'The Other Invisible Victims': Study Reveals Sexual Violence Up in Mexico
A poster hanging in a migrant shelter in Nogales, Mexico. The text reads “I have the right to be respected physically, sexually and psychologically,” in Spanish. (Jude Joffe-Block/Fronteras Desk)
A study completed by the Executive Victims Attention Commission (CEAV) has revealed that around 600,000 sexual violence cases were reported between 2010 and 2015. That’s around 1,345 cases per day, UNOTV reports.
In a study entitled “The other invisible victims”, it was outlined that 90 percent of the victims are women. The report includes official information from 16 of Mexico’s states.
Nine out of ten attacks are believed to be carried out by men aged between 16 and 45-years-of-age.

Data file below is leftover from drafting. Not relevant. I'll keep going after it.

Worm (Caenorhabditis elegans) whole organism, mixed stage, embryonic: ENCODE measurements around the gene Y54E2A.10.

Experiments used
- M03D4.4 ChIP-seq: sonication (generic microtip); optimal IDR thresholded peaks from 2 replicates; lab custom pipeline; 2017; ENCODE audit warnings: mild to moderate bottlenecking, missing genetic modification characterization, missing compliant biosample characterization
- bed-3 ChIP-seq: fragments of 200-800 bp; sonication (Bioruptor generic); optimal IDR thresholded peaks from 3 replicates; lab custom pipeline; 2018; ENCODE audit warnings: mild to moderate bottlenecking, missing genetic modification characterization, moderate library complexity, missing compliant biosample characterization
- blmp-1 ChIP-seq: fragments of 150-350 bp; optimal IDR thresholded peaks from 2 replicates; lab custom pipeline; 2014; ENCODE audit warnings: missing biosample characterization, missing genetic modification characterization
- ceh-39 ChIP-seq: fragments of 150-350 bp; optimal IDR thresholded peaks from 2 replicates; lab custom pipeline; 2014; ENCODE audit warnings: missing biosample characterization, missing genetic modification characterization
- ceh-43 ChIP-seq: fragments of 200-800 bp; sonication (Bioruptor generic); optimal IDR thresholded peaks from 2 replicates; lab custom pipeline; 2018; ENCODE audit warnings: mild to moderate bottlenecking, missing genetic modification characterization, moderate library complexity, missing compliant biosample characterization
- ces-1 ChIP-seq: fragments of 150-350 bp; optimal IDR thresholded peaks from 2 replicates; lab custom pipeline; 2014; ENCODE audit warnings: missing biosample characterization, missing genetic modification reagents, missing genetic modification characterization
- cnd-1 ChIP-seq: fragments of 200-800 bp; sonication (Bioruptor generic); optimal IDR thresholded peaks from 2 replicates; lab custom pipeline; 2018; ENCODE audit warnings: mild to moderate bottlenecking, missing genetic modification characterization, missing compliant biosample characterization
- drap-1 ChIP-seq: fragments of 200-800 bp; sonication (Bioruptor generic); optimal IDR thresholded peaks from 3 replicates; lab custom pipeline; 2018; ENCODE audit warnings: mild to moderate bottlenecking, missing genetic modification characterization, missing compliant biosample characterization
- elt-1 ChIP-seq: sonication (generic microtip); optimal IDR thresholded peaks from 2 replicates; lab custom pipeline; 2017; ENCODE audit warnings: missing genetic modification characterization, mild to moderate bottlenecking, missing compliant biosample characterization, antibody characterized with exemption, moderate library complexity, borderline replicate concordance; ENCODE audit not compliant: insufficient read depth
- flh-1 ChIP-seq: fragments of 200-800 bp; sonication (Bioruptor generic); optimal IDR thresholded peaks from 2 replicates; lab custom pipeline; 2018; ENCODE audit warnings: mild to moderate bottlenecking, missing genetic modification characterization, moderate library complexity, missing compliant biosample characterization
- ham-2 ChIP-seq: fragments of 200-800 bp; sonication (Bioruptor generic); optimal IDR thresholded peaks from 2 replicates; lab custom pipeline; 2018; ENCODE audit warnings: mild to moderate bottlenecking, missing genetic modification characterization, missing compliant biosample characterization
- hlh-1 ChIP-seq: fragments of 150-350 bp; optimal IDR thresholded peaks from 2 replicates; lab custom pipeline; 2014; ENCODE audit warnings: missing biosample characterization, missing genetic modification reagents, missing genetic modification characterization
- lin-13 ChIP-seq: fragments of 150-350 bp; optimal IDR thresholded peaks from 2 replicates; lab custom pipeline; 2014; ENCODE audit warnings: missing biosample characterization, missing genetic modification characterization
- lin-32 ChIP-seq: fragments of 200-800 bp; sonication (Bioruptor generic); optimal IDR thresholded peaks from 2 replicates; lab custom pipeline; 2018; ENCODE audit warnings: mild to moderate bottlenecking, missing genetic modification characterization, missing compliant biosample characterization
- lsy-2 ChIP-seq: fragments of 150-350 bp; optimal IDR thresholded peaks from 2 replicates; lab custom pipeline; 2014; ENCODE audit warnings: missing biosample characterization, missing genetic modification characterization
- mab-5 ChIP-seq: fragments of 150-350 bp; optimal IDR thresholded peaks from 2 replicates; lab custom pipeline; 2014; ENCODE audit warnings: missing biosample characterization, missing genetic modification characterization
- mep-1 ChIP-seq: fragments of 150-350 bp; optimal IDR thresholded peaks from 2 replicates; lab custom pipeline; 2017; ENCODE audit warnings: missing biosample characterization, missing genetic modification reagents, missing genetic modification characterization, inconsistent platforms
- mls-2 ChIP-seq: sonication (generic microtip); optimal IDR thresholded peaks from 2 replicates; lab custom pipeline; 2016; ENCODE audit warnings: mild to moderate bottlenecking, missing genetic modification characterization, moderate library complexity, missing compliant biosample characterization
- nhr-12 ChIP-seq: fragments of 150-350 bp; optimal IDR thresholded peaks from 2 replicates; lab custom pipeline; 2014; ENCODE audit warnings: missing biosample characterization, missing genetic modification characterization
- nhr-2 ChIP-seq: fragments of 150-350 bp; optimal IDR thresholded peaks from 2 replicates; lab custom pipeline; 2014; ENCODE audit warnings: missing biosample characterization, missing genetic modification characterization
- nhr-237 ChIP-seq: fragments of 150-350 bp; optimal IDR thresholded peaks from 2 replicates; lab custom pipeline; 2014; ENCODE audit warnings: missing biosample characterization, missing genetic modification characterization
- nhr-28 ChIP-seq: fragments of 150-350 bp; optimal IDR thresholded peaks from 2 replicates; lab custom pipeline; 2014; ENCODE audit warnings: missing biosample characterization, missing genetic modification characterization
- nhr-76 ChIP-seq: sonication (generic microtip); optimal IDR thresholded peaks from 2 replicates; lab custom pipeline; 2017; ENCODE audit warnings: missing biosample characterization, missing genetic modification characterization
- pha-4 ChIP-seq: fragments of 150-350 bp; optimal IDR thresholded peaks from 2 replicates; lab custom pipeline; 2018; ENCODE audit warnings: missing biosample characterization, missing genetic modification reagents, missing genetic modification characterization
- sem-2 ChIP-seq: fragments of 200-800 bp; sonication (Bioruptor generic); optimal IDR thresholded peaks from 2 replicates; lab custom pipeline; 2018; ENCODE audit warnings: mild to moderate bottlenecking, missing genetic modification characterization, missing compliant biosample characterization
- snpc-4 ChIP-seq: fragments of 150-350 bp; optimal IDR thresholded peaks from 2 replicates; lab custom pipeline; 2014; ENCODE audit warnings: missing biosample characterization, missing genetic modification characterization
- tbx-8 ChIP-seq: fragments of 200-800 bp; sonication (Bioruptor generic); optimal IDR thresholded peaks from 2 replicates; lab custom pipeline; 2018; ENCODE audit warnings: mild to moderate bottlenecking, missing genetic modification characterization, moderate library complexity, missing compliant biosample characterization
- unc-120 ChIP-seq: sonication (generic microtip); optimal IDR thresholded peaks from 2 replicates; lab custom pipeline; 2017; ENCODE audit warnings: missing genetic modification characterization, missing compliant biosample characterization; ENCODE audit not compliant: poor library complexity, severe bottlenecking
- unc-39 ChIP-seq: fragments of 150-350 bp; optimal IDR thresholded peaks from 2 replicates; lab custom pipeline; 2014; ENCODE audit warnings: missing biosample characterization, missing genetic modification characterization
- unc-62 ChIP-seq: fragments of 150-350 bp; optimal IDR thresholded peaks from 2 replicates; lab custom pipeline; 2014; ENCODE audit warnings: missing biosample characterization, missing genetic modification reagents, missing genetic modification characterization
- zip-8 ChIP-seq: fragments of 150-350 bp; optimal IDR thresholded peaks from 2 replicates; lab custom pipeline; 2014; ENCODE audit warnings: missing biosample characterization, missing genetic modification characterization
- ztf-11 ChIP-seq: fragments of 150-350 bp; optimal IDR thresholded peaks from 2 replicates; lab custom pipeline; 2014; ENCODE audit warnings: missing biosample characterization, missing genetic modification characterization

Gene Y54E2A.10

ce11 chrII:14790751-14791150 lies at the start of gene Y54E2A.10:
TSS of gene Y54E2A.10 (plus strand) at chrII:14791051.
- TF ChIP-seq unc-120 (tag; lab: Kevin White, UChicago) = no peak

“In terms of frequency, initial studies have revealed that half of sexual crimes are committed in the room or home of the victims, in terms of their relationship to the aggressor, we know that 59 percent of the victims knew their attacker” CEAV director Anita Suárez comments.
The report also revealed that four out of every ten women attacked were under 15-years-old, El Universal reports.
Increasing cases of violent attacks committed against women, and even femicide, continue to present concern for NGOs and governments across Latin America. A recent Amnesty International report highlighted various state related issues as a catalyst for violence.
See the original at Latin Correspondent
Related: Mexico Government Agency for Preventing Violence Against Women Unable to Demonstrate Effectiveness (Mexico Voices)
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